In 2004, she returned to Jones Day but, before she could even unpack her boxes, the White House personnel office called and asked if she would like to be considered for the open chairmanship of the Federal Trade Commission, which shares antitrust jurisdiction with the DOJ. (Coincidentally, between 2004-05, she oversaw U.S. antitrust law in conjunction with fellow Hoo and good friend R. Hewitt Pate ’87, who was the assistant attorney general in charge of the Antitrust Division from 2003-05.)
Born in Meadville, Pennsylvania, Debbie Platt first moved to D.C. in 1985, fresh out of Westminster College, a small, liberal arts school in her home state. She took a job as a receptionist in the D.C. office of a Columbus, Ohio-based law firm, Porter Wright Morris & Arthur. They quickly made her a paralegal and advised her to apply to law schools — one partner planted the idea of going to “Thomas Jefferson’s law school.”
When she realized she would qualify for in-state tuition at Virginia, the deal was sealed. “I went to UVA Law sight unseen,” she said.
She came away, she said, a more well-balanced lawyer.
“We were living the balance together as human beings,” she said of her classmates and professors. “We were learning and showing that it’s possible to be really devoted and excellent at what you do while at the same time being a good person to the people around you.”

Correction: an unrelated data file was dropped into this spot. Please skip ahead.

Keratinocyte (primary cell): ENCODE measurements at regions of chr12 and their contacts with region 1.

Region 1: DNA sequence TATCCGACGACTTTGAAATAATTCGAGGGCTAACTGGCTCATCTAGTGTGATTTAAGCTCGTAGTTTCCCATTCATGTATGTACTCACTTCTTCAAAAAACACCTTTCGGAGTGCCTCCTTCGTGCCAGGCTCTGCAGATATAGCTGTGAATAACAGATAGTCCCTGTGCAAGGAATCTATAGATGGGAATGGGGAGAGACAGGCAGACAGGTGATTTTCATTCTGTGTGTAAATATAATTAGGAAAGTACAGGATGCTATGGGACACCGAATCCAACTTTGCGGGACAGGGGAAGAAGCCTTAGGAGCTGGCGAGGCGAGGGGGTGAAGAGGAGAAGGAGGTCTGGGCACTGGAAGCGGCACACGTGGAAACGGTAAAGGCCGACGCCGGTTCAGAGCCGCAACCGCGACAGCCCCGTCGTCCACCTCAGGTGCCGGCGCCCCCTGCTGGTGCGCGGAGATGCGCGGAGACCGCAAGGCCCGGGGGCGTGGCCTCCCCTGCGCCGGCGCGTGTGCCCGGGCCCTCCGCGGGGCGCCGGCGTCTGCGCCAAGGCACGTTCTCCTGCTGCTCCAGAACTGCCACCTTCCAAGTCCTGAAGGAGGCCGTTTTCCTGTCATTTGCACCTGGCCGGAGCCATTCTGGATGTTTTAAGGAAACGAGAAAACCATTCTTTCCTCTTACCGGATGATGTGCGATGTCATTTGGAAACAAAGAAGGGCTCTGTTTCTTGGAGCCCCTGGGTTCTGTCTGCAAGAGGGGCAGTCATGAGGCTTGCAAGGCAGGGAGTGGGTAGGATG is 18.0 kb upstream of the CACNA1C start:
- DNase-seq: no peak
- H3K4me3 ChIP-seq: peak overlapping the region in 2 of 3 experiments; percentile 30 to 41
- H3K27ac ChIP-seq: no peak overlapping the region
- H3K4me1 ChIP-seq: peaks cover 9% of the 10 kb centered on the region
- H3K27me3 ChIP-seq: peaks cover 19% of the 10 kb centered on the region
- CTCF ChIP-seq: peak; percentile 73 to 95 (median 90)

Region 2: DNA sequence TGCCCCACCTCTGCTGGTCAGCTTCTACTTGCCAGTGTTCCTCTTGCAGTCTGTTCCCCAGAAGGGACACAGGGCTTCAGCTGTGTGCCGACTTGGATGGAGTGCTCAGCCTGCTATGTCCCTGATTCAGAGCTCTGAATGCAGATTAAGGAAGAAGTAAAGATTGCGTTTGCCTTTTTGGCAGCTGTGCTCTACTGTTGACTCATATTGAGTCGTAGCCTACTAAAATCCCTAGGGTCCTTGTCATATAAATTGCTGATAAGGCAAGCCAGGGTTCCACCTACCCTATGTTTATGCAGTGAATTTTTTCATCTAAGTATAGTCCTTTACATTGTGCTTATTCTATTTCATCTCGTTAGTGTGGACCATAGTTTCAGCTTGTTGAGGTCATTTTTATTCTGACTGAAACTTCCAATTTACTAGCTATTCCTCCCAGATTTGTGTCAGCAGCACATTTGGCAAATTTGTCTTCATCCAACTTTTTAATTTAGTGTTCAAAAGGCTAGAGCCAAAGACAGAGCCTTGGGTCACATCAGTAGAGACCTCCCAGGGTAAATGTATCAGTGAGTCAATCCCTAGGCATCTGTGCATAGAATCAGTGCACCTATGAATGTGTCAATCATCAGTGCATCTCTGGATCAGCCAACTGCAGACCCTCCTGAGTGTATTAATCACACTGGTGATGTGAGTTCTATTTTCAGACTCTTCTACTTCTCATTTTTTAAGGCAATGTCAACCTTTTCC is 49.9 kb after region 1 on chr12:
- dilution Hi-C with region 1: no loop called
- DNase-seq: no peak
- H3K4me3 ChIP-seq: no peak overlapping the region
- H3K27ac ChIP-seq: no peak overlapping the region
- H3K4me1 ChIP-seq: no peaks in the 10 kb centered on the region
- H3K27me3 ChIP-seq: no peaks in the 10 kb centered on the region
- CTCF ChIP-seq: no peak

As Sims noted, together, those innate traits and learned skills packed quite a punch. In 2006, just 17 years after graduating from UVA Law, Washingtonian magazine deemed Majoras one of the 100 most powerful women in Washington, alongside Ruth Bader Ginsburg, Condoleezza Rice and Hillary Rodham Clinton.
When Majoras looks back on her time in D.C., that’s not the type of influence she chooses to highlight. She would rather talk about the people she mentored, like Brian Huseman, an FTC attorney adviser whom she promoted to her chief of staff. He’s gone on to run public policy for Amazon. Or Lydia Parnes, an FTC vet who now leads the privacy and cybersecurity group at Wilson Sonsini.